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Merry Christmas and happy holidays to all our loyal readers. You’re forgiven if you hold off for a day or two to digest our messages. We understand that eggnog can clog your powers of concentration as well as your digestive system and that the five NBA games on the tube today might occupy much of your time once the presents are exchanged.

I’m always thankful to have made it to another holiday season, as we golfers say, on the right side of the divot. There are several other things I’m also grateful for as Las Vegas cruises into the next decade.

First, let’s hope in the next 10 years we will imitate a century ago and be able to refer to the upcoming ten-spot as the new Roaring 20s.

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I’ll start with the good stuff: The Golden Knights are here and thriving, and the Raiders are coming. No one I knew when I arrived in Nevada in the mid-70s would ever have believed we’d have two major professional sports franchises here in our lifetime. The only sports story that had a pulse was Runnin’ Rebel basketball. Oh, there was the occasional pro tennis tournament and some exciting boxing cards, but any minor league team that came to town withered and died within two or three years. The prevailing theory was that if hockey and soccer and C-League basketball couldn’t draw flies in Las Vegas, there was no chance the city would ever support the big leagues. But then who knew the city would sextuple in population over the next 40 years?

The PGA Tour, which had held two important events here for years, the Tournament of Champions and the Sahara Invitational, split town in 1976 and wouldn’t return for seven years. The widely held assumption around the nation was that Las Vegans were too busy gambling and socializing and filling showrooms to ever embrace team sports in a big way. 

That theory as we enter 2020 has been imploded like the Dunes, the Landmark, the Hacienda, the Stardust, and the many other hotels that are deemed passé.

While I miss the old haunts on the Strip. I’m grateful for the great architecture and elegant design of the resorts that have risen up over the last 30 years. You no longer hear the adjectives ‘tacky’ or ‘faux’ when describing our hotel-casinos.

The Bellagio, Aria, Wynn, Encore, and Venetian are classy by any national or international measure, and Resorts World, the Drew, and others should keep that bar high in the next few years.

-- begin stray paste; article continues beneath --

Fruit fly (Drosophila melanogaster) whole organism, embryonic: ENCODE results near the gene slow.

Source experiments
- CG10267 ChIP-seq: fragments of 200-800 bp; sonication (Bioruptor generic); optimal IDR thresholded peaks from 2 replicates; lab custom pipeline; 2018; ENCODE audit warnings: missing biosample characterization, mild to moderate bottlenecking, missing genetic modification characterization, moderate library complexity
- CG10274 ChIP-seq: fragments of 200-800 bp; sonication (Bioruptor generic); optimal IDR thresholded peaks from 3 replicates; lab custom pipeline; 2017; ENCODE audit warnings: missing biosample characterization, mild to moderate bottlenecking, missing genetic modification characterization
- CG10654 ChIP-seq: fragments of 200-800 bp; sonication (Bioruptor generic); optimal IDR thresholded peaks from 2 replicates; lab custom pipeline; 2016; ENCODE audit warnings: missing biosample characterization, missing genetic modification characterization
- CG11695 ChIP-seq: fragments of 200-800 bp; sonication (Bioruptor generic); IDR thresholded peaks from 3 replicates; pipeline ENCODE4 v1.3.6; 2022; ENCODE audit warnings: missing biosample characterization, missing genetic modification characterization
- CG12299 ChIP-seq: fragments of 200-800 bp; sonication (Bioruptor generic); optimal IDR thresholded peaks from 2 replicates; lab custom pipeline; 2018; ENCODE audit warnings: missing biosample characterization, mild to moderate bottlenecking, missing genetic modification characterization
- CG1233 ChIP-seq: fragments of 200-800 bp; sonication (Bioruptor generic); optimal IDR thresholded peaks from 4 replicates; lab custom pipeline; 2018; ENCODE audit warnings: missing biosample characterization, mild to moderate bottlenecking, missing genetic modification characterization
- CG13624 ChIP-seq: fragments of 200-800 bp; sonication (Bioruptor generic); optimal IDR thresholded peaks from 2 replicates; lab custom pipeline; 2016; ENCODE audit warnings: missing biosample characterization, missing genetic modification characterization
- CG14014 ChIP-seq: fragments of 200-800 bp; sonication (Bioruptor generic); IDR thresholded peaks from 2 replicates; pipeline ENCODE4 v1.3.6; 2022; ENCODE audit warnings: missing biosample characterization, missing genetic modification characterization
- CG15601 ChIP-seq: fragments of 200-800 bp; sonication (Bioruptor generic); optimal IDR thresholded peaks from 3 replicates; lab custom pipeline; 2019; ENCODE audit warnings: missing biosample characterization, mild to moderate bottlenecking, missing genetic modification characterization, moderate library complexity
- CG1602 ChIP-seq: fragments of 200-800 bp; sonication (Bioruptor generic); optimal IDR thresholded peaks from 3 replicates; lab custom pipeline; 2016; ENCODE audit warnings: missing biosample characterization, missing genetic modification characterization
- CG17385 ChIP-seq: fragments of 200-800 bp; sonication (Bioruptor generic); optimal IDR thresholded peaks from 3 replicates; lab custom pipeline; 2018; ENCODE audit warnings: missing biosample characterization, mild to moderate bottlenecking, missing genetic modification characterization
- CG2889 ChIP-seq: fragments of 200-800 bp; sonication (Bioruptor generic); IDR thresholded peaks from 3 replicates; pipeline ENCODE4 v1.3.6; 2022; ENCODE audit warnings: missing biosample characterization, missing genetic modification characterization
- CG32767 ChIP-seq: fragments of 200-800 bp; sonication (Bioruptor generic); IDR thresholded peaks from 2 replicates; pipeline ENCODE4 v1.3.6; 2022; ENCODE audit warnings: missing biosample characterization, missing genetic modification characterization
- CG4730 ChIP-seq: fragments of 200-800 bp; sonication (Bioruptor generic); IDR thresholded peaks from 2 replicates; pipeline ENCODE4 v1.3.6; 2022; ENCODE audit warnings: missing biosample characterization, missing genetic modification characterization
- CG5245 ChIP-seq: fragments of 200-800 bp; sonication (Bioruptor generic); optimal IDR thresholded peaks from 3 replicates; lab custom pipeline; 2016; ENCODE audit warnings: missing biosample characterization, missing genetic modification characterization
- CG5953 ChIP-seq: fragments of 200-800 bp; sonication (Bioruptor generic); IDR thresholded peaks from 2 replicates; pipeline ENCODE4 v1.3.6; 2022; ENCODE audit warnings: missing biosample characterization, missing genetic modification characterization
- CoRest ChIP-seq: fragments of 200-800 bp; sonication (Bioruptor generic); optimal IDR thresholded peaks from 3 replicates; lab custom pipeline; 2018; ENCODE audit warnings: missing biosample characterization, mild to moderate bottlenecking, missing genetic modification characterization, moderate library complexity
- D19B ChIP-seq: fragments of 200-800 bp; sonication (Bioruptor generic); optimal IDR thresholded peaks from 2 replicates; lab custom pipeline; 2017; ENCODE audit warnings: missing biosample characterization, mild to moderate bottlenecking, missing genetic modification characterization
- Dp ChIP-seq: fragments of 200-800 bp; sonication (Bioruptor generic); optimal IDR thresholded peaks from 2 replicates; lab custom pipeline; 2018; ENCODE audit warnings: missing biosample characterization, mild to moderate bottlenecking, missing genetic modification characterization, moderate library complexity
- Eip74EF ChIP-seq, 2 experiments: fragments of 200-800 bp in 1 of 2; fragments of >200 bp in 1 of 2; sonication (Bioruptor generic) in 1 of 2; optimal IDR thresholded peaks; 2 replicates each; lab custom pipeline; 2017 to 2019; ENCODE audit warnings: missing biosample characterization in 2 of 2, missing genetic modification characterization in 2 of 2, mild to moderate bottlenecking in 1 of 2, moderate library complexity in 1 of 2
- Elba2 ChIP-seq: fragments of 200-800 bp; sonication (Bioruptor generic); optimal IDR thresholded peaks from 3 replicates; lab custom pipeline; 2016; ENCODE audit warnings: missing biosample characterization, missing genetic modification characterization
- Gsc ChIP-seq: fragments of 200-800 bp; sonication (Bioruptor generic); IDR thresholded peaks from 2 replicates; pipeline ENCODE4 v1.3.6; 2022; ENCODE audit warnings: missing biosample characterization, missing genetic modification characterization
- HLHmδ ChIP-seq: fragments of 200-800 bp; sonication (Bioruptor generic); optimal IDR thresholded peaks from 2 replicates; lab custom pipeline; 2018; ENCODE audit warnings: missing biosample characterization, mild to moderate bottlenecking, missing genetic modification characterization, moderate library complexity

Although no one should hold his or her breath on this, the likelihood is that a bullet train from Las Vegas to Victorville will start construction sometime next year. It is expected to take at least three years to complete, and should transport passengers to and from the city in less than 90 minutes.

Excuse my caution on doing the Macarena over this news, as I’ve been hearing about a bullet train happening any year now since Bill Briare was the mayor of Las Vegas in the mid-1970s.

If in fact that train is completed, it might spark a revival of the Roy Rogers Museum, which was a popular attraction in Victorville from 1967 to 2003, before it moved to Branson, Missouri. I remember stopping there one day when “the Singing Cowboy” was on the property. His horse Trigger was also on display, but the attendant on duty wouldn’t tell me whether it was just a model of the gallant steed, or whether it was the work of a skilled taxidermist.

My last hope for this holiday and beyond is that once all the impeachment bickering has subsided sometime in the next few weeks, the mindset in Washington and across the land will be to put more emphasis on the word “United” in the name of our country. The word “compromise” has been totally eradicated from the vocabulary of politicians, and until everyone can take a deep breath and listen to reasonable arguments on both sides of the table, discord and anger will continue to rule the day.

One last thing: Go Ducks in the Rose Bowl.

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About the Author

Jack Sheehan

Vegas Vibe columnist Jack Sheehan has lived in Las Vegas since 1976 and writes about the city for Gaming Today. He is the author of 28 books, over 1,000 magazine articles, and has sold four screenplays.

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